07/22/2015 09:45 EDT | Updated 07/22/2016 05:59 EDT

Could Rover, The 'AirBnB Of Parking,' Clash With Toronto Bylaws?
Created by a Toronto developer to match drivers with unused parking spaces to rent on private property, the Rover parking app has been dubbed "the Air BnB of parking." It's also raised the attention of the city's bylaw officials.

The app allows property owners to post available parking spaces for rent by the hour. Drivers can then search, book and pay for the spaces using their phones. For property owners, the app is an easy way to turn an unused driveway spot into a quick bit of cash. For drivers, it offers another parking option in car-clogged streets and neighbourhoods. 

"I challenge anyone in Toronto to look around and see how much underutilized space there is out there," said co-founder Tim Wootton in an interview Wednesday on CBC Toronto's Metro Morning show. "There are parking spots absolutely everywhere."

The price for parking is set by the user but capped at $2 an hour to ensure spaces stay competitive with traditional parking spots. 

Wootton developed Rover while working at Ryerson University's Digital Media Zone. 

The app works much like the taxi-sharing service Uber and like Uber, it's raised the attention of city bylaw officials. 

Klaus Lehmann, who works in the city's bylaw office, has said in media interviews that using Rover to rent out multiple spaces could be considered a commercial parking lot. A complaint to the city could trigger a $5,000 fine.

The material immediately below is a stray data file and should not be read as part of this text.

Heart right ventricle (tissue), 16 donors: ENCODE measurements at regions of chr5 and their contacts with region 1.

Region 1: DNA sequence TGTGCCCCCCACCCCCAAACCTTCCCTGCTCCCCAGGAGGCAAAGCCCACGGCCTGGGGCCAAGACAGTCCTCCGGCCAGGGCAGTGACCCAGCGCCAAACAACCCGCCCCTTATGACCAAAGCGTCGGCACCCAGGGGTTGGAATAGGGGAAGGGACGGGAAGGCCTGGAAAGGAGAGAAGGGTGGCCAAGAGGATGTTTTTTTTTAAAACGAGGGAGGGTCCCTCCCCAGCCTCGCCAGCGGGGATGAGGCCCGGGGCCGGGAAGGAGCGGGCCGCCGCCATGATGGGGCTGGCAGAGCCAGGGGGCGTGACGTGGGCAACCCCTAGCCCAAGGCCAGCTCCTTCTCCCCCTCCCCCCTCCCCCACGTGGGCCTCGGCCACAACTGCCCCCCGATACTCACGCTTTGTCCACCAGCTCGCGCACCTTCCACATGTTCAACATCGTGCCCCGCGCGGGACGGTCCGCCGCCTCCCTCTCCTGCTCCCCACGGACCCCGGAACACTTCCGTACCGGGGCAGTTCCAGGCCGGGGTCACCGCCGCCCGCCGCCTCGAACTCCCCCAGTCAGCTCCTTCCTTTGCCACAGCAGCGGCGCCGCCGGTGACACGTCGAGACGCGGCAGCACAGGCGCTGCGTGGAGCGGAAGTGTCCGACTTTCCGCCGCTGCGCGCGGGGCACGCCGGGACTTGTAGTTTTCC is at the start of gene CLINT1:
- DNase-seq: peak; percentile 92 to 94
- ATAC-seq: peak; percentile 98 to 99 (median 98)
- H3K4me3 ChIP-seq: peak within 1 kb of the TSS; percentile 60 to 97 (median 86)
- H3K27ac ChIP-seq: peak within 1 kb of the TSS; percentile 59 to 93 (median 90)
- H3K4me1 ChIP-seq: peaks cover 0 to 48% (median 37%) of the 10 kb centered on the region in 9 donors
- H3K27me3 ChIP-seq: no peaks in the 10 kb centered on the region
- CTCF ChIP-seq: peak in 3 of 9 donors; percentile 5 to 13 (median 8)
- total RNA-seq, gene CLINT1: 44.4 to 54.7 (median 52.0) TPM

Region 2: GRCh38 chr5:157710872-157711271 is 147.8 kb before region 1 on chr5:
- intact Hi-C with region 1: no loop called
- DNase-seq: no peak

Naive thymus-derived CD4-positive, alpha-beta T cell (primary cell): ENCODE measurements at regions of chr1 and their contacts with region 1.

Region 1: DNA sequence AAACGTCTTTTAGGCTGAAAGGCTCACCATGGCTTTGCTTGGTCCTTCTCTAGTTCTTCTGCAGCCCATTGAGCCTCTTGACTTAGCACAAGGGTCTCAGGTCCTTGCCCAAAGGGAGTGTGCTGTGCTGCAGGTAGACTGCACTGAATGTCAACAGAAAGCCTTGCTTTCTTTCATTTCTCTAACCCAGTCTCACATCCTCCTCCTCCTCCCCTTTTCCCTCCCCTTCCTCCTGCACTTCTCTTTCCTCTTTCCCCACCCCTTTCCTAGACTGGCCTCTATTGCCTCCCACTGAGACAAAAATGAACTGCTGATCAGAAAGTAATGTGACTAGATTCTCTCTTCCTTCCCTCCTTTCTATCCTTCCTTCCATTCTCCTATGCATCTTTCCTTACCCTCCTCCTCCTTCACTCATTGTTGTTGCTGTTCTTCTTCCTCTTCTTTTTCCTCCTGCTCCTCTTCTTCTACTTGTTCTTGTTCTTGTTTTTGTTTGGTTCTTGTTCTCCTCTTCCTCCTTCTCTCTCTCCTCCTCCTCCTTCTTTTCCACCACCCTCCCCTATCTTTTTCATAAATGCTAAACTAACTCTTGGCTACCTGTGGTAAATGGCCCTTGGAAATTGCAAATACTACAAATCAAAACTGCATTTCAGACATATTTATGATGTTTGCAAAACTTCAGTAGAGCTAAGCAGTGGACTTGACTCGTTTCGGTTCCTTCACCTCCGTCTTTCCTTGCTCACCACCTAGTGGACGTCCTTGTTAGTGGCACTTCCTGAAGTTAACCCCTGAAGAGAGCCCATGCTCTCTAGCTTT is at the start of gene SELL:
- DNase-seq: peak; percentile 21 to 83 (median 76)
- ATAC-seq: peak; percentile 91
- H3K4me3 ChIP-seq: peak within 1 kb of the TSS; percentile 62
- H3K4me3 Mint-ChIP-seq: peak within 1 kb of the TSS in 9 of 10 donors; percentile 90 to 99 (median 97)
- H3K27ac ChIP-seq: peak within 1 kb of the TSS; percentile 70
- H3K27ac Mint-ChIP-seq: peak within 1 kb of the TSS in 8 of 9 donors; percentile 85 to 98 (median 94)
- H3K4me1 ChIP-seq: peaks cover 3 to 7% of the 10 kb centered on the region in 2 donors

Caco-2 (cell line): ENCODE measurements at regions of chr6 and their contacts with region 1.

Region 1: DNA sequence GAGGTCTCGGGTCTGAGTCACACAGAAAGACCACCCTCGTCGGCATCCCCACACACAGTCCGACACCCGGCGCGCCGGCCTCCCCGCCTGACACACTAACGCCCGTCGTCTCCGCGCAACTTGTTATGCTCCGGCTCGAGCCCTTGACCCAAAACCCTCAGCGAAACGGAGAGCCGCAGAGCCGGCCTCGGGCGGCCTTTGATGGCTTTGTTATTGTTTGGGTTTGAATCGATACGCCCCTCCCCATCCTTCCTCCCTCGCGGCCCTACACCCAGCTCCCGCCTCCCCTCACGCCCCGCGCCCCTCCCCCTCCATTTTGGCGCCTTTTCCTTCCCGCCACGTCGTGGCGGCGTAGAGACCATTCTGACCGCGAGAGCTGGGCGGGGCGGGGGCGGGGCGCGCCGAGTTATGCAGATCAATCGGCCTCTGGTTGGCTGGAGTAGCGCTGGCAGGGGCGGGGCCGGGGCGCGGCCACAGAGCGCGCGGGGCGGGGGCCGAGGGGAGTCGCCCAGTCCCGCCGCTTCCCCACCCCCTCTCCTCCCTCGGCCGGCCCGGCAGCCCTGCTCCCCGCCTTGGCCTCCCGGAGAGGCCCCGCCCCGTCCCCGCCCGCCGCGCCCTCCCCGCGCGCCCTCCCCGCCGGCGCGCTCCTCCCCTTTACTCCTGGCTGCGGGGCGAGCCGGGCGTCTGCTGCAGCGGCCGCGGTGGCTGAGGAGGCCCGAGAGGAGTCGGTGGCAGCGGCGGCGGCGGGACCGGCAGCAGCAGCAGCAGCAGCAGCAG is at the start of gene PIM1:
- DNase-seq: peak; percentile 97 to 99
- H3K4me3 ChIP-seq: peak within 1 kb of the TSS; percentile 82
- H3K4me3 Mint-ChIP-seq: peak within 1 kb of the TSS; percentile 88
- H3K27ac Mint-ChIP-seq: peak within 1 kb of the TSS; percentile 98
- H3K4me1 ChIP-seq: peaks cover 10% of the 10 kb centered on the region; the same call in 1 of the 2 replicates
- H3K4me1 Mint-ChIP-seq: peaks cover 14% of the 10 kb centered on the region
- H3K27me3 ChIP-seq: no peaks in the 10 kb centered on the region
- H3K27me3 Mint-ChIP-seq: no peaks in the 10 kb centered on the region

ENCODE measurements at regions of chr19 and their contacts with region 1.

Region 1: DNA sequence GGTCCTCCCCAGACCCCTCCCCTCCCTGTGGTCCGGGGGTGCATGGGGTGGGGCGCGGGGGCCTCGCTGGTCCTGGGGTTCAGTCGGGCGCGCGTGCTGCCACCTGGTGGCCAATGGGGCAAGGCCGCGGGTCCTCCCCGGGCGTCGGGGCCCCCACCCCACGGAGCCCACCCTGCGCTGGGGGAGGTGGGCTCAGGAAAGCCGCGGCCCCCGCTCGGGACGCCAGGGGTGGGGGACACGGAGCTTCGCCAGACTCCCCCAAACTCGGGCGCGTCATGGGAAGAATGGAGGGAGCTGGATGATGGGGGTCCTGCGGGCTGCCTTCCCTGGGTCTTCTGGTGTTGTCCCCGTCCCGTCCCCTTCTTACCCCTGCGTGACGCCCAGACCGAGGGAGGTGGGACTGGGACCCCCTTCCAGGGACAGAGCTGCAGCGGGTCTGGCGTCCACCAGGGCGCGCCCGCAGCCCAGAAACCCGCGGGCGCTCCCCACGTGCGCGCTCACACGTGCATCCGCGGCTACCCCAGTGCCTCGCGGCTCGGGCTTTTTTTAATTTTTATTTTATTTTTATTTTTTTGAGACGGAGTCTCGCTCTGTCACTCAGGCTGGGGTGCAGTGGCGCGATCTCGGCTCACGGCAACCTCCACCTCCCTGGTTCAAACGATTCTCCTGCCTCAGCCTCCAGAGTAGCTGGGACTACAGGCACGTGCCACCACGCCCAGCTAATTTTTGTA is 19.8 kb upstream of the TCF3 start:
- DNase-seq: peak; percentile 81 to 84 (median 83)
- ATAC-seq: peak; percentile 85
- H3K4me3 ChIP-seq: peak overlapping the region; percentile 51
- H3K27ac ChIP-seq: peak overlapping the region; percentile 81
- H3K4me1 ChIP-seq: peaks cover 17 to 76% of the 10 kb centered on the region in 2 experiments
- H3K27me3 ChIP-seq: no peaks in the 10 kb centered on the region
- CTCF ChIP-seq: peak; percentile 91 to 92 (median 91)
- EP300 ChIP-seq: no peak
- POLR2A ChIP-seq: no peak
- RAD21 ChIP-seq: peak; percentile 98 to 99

Wootton said he checked over the bylaws while developing Rover and believes they're in place to prevent drivers from parking on lawns, not on stopping a homeowner from making a little extra money renting a driveway spot for a few hours.

"I don't believe we're turning [parking spaces] into a commercial lot," he said. "It's just one driveway, it's not 10 different spots."

Earlier this year, the city began allowing drivers to pay for parking at Green P lots using their phone. At the time, Mayor John Tory said Toronto needs to embrace changes an innovations to established industries. "Our role isn't to fight the future," Tory said about the Green P app. "It's to embrace the future."

"If we want to be a world-class city, we need to continue to be innovate," said Wootton. "Companies need to innovate or they won't survive."